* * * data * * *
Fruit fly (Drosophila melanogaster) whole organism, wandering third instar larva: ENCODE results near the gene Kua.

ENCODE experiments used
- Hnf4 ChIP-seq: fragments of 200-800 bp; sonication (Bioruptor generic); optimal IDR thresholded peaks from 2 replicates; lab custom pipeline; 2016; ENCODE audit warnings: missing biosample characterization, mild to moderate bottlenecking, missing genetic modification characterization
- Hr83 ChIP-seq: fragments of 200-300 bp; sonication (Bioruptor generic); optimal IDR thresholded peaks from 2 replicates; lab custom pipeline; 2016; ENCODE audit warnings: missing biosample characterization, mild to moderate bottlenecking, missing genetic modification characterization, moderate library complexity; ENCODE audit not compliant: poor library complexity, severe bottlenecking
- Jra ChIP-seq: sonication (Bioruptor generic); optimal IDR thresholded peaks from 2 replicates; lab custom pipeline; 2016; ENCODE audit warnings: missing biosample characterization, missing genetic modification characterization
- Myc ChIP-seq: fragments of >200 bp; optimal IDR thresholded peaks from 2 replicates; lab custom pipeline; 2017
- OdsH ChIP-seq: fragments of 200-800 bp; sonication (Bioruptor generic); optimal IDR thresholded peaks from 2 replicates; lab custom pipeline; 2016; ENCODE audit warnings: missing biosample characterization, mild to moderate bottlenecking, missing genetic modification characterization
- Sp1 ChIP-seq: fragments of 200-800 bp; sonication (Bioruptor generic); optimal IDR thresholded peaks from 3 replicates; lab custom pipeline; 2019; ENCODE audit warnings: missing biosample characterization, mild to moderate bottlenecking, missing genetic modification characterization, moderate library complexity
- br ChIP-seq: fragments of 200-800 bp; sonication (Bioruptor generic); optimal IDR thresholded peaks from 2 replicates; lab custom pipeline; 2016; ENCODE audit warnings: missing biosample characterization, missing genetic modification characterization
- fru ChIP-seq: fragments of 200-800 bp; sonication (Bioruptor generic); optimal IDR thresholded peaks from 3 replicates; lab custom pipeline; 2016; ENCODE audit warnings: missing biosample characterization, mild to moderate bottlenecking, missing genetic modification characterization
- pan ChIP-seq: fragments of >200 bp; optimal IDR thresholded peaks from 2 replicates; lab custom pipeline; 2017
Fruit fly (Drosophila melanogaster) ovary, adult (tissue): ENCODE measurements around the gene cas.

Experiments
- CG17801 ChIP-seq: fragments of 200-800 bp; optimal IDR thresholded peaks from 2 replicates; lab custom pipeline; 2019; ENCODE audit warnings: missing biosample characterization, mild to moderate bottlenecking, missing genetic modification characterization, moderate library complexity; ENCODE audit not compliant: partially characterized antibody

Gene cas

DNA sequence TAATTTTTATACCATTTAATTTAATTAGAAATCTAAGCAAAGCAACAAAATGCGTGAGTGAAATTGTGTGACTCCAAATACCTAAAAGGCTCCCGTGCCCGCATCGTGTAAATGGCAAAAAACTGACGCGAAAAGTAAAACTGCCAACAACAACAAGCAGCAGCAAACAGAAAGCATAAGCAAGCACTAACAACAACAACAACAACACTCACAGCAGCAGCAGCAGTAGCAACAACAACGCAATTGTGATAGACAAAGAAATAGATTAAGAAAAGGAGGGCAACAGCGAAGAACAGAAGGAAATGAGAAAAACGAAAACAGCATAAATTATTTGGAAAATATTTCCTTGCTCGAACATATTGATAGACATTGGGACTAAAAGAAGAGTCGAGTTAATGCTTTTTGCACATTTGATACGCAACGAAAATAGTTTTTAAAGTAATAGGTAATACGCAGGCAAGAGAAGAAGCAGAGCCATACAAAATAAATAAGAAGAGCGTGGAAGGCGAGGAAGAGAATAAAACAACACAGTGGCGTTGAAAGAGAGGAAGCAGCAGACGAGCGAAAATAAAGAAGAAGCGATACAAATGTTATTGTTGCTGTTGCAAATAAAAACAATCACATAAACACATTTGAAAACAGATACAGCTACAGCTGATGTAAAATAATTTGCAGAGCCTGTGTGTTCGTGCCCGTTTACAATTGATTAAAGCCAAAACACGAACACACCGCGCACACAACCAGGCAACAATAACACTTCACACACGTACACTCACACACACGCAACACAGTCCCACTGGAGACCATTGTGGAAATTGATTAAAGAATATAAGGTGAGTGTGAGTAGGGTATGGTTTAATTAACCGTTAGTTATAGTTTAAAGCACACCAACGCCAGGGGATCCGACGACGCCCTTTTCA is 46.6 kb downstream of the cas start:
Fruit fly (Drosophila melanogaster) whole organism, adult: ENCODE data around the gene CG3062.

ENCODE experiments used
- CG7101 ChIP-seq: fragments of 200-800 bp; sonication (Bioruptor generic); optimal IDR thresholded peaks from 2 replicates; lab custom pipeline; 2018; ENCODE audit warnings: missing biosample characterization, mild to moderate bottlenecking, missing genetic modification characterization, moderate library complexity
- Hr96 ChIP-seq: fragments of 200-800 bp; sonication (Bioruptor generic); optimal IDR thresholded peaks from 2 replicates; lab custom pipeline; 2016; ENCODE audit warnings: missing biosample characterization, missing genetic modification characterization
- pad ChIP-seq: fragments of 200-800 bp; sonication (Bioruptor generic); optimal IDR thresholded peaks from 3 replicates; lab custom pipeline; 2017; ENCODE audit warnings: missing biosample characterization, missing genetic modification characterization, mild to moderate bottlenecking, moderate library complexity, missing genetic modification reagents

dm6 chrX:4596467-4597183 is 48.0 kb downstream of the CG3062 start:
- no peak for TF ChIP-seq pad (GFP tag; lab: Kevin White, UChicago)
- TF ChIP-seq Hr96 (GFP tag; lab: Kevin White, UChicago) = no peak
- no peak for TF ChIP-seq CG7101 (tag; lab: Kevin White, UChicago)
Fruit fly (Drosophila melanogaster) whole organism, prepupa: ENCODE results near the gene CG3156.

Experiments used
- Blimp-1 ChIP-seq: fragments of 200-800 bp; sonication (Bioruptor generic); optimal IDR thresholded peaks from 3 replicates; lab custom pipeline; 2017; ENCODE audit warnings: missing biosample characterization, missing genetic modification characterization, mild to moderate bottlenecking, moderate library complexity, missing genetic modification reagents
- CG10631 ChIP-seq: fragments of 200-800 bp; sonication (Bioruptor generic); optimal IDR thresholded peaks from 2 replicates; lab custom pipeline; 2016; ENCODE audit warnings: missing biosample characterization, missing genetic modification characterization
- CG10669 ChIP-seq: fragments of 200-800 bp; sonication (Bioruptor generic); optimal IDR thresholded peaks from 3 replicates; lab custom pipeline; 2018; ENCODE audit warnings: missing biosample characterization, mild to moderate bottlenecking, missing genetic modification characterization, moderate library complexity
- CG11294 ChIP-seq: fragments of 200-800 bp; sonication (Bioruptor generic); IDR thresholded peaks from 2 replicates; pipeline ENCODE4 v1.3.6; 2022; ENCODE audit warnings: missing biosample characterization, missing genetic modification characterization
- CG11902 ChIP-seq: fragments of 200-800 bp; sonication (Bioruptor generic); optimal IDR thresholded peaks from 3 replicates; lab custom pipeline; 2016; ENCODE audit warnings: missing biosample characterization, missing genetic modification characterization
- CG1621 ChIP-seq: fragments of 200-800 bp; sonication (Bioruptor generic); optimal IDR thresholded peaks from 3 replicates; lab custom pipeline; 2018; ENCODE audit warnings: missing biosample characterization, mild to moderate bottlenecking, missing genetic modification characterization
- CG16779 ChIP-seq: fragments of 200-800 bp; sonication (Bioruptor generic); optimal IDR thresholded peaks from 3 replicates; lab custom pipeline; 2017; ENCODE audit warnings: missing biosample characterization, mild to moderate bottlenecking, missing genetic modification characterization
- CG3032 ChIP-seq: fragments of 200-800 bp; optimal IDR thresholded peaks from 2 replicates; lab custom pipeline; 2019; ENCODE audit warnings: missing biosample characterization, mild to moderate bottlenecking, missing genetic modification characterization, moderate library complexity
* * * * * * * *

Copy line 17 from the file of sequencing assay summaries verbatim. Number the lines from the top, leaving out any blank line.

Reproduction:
Fruit fly (Drosophila melanogaster) whole organism, adult: ENCODE data around the gene CG3062.